What exactly does that mean? Students today are expected to read multiple articles and remember what they learned in each. Strong readers find this easy – because they already read a lot. Students that don’t read a lot often get tired before they finish all of the articles. By the time they get through the last passage, they can’t remember what they read.

Since the essay must be based on the reading, it is crucial that students are able to read and recall what was in the texts.

The same applies to their writing. Some students love to write and will work on a piece for hours. Other students get tired after writing one paragraph. Students need to build their ability to focus on writing for an extended period.

Parents can observe their students doing homework. How well do they stay on task? How long can they focus on a reading or writing assignment before they try to do something else? It is normal to rest your eyes for a minute or so, but watch to see if your student completely wants to shift to a new task or tries to stop before they are finished. By sixth grade, students really need to be able to stay on task for 30 minutes.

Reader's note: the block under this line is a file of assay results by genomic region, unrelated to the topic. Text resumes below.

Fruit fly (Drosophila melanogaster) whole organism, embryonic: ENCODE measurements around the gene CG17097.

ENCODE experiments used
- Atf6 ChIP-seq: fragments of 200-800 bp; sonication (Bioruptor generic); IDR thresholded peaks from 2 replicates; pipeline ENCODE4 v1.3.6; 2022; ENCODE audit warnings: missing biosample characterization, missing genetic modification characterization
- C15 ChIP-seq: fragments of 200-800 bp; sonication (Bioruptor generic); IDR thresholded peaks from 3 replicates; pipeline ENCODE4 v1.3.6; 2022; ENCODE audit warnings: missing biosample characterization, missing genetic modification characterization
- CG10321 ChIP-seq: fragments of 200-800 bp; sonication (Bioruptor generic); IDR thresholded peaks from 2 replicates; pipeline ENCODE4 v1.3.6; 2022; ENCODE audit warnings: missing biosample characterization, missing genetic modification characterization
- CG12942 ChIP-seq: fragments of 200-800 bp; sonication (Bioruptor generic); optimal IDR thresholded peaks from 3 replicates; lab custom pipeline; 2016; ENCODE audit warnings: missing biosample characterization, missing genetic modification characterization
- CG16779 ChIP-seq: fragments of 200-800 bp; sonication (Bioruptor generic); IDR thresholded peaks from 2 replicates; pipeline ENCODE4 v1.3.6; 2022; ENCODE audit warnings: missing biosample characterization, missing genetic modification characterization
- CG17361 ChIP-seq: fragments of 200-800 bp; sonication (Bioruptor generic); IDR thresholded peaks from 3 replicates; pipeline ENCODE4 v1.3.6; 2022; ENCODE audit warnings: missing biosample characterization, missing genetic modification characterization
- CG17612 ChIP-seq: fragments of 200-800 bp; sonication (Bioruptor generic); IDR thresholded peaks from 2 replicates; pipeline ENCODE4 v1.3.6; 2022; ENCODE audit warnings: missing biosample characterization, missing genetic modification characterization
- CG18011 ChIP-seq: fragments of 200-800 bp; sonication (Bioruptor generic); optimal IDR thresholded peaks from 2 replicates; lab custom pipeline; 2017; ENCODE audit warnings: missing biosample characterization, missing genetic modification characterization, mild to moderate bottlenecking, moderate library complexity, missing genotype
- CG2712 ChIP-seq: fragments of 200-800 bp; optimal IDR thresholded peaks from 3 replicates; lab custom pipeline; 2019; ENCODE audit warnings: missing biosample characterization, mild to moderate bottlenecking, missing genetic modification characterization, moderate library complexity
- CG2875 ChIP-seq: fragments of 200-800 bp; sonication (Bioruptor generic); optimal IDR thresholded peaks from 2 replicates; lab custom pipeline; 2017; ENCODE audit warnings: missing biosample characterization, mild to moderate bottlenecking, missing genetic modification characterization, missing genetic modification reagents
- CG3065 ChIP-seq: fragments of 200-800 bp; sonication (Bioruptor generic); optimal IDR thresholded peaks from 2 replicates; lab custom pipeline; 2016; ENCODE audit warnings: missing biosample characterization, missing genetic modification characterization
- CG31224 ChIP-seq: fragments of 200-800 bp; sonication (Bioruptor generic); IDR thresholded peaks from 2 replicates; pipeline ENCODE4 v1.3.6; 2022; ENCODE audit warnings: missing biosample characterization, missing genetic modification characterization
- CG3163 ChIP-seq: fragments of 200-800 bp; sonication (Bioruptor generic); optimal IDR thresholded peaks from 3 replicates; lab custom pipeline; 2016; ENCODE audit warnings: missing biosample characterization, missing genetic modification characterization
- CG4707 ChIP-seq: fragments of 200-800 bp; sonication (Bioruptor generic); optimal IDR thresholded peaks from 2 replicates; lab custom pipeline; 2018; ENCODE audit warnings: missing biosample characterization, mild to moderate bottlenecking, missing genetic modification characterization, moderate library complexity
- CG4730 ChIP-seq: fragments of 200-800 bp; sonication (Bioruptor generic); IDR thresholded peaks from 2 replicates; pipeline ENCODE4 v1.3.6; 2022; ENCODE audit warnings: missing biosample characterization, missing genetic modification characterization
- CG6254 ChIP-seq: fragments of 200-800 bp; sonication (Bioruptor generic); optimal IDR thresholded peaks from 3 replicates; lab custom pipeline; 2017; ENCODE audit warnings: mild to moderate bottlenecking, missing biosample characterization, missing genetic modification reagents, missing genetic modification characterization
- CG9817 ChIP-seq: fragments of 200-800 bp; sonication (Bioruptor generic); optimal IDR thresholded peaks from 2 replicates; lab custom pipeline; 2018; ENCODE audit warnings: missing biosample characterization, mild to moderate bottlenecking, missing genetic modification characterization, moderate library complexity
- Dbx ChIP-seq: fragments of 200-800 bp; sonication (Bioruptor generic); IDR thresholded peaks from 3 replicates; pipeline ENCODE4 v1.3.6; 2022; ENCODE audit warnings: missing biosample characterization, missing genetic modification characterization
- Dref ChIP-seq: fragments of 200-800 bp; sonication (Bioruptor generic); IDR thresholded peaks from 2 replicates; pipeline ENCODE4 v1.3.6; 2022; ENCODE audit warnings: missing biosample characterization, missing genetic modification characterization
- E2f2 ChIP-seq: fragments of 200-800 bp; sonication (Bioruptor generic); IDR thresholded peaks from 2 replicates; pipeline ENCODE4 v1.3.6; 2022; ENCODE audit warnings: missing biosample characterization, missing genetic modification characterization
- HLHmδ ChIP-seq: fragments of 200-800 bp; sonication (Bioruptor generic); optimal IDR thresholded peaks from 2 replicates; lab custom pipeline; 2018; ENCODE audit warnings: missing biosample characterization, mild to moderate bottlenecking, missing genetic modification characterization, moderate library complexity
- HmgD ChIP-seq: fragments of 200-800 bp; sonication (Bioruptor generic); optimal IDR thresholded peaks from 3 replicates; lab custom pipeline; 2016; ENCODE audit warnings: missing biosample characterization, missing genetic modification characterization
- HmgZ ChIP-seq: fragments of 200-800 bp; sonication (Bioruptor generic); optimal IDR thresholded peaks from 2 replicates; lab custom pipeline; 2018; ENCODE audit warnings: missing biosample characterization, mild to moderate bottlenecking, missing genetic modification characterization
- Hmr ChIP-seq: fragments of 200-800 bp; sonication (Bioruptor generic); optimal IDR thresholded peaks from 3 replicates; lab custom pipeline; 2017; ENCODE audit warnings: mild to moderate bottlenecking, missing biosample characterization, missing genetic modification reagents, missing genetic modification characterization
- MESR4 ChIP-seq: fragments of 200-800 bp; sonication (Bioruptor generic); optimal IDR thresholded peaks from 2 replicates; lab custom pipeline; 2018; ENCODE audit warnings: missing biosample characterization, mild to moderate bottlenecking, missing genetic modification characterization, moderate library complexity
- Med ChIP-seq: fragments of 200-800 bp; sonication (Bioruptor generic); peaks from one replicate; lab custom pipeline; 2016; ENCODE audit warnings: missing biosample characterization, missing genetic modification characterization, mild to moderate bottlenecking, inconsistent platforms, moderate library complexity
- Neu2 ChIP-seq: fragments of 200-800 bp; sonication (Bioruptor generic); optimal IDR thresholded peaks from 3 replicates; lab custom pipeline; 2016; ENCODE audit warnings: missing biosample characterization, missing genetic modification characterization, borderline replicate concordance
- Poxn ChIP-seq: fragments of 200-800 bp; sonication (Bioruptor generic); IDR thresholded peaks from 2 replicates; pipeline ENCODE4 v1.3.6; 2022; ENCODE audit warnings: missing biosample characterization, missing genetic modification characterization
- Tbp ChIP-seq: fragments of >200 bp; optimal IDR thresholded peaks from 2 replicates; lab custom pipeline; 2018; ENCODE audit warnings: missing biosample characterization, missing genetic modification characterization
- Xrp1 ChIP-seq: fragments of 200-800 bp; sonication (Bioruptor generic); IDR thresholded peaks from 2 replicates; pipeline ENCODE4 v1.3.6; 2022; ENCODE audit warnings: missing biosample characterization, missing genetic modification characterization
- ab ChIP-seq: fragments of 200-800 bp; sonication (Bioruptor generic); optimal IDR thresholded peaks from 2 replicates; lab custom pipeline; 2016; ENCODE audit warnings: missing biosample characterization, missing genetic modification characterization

So how can parents help their student build stamina? First of all, avoid making it skill and drill. Coming home and drilling on things for hours won’t help students who already come home tired. Second, start by modeling and discussing topics orally. Talking through an issue and using facts to support a position will help students build an understanding of the strategy.

Some specific ideas to do at home are:

  1. read at home. Ask students to read with you or independently, and slowly lengthen the amount of time that he or she reads. Sixth-grade students need to build up to at least 20 – 30 minutes, and that might take a long time to achieve. This reading does not have to be passages. In fact, it is better if students read something that interests them – books, comics, kid-level magazines, etc. Students will read more if they read something they enjoy.
  2. for weaker readers, start with watching nonfiction shows on television (like Animal Planet or National Geographic.) Use the same reading strategies mentioned below in number three.
  3. read nonfiction stories and/or articles from newspapers and magazines. Ask your student to explain:
    1. what the story or article was about.
    2. why the author wrote the story/article (inform/entertain/explain/persuade).
    3. how the author supported their thesis or opinion – what evidence did he/she use?
    4. the opposing argument.
    5. their opinion (argument) on the topic and what evidence from the reading supports it, as well as the opposing claim and why they believe it is incorrect.